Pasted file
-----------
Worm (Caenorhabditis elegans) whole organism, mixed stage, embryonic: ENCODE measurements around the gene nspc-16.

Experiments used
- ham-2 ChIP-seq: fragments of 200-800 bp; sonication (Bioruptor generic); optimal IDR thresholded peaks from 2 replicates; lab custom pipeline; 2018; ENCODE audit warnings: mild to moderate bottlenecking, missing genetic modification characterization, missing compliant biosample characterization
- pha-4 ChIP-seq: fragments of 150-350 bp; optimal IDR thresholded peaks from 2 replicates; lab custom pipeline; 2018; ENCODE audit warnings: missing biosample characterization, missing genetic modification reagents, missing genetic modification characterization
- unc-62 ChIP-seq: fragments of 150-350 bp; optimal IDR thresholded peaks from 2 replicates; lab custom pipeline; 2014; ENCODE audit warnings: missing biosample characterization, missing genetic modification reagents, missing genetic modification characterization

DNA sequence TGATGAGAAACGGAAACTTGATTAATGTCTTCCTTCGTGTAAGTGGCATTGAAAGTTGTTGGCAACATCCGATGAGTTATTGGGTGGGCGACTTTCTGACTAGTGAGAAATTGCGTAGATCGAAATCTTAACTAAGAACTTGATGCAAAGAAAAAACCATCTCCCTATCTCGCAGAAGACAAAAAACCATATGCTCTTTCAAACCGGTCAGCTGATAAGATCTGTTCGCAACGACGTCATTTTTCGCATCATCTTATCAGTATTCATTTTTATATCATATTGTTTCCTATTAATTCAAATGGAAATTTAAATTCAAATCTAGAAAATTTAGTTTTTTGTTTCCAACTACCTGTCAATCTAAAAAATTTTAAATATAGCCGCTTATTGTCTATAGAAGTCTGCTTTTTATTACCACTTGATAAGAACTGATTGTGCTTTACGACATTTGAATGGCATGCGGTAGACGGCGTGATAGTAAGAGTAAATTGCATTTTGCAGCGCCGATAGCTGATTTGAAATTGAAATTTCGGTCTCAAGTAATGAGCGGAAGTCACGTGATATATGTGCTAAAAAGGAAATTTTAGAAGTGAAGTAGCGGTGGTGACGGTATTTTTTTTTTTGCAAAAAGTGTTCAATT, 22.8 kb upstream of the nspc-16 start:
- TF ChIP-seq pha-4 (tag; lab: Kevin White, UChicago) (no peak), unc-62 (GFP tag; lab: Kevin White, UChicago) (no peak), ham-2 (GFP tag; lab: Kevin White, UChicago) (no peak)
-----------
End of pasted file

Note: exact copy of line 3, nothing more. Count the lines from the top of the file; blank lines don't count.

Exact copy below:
- ham-2 ChIP-seq: fragments of 200-800 bp; sonication (Bioruptor generic); optimal IDR thresholded peaks from 2 replicates; lab custom pipeline; 2018; ENCODE audit warnings: mild to moderate bottlenecking, missing genetic modification characterization, missing compliant biosample characterization